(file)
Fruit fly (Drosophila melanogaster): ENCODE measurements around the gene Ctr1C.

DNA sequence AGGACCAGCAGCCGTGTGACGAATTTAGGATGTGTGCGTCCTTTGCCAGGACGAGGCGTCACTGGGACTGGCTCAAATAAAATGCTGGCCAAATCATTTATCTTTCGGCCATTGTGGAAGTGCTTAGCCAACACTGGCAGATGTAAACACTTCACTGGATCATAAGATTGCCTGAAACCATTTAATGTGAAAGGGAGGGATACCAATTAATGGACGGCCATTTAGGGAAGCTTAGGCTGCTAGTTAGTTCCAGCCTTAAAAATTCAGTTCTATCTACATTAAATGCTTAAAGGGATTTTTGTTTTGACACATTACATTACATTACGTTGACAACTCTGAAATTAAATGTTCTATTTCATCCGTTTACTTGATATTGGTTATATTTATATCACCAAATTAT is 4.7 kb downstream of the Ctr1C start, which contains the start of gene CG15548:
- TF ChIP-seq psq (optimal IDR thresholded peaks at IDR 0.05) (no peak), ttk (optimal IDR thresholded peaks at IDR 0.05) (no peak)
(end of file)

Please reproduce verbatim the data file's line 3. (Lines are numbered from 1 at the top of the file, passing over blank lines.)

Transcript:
- TF ChIP-seq psq (optimal IDR thresholded peaks at IDR 0.05) (no peak), ttk (optimal IDR thresholded peaks at IDR 0.05) (no peak)